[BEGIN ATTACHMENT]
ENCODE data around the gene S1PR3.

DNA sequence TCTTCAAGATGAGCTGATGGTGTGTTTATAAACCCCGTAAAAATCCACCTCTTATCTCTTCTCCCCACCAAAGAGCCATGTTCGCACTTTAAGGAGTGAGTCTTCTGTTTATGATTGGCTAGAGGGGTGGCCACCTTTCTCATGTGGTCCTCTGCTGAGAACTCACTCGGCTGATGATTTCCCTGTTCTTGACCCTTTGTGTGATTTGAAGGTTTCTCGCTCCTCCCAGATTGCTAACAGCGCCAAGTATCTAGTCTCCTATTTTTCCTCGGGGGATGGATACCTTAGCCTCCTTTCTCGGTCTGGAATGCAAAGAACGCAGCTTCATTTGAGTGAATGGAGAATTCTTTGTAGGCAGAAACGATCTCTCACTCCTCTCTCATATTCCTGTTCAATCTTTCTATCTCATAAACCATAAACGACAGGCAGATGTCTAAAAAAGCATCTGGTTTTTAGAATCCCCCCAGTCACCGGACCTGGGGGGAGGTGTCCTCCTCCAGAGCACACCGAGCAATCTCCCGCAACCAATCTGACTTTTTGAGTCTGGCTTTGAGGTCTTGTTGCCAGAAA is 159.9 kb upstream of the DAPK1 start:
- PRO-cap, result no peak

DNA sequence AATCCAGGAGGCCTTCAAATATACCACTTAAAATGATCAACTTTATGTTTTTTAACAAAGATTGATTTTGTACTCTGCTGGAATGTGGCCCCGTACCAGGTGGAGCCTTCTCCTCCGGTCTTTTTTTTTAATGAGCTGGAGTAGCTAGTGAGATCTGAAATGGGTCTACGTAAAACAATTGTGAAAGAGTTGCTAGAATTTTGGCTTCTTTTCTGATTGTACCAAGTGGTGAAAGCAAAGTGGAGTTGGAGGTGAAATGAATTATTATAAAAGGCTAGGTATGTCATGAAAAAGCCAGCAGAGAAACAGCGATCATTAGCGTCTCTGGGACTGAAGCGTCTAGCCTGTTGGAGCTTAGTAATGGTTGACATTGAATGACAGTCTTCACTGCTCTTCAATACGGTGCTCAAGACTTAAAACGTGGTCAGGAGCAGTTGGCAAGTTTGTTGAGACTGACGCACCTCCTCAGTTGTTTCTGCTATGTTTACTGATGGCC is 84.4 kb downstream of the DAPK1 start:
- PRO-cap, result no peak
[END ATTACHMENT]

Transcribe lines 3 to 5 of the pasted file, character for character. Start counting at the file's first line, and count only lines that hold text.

- PRO-cap, result no peak

DNA sequence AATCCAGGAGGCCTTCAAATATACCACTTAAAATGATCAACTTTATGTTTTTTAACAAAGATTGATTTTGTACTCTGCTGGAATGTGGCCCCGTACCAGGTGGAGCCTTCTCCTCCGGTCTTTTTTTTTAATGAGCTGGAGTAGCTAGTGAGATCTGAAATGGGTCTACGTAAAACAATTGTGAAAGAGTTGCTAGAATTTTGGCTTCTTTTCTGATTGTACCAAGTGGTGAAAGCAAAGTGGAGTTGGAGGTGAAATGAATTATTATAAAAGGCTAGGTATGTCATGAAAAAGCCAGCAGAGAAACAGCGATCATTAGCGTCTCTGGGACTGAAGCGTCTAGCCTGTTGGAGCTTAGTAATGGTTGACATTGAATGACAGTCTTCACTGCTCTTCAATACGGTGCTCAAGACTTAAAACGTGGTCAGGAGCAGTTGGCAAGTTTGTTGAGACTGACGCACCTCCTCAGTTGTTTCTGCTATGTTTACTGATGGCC is 84.4 kb downstream of the DAPK1 start:
- PRO-cap, result no peak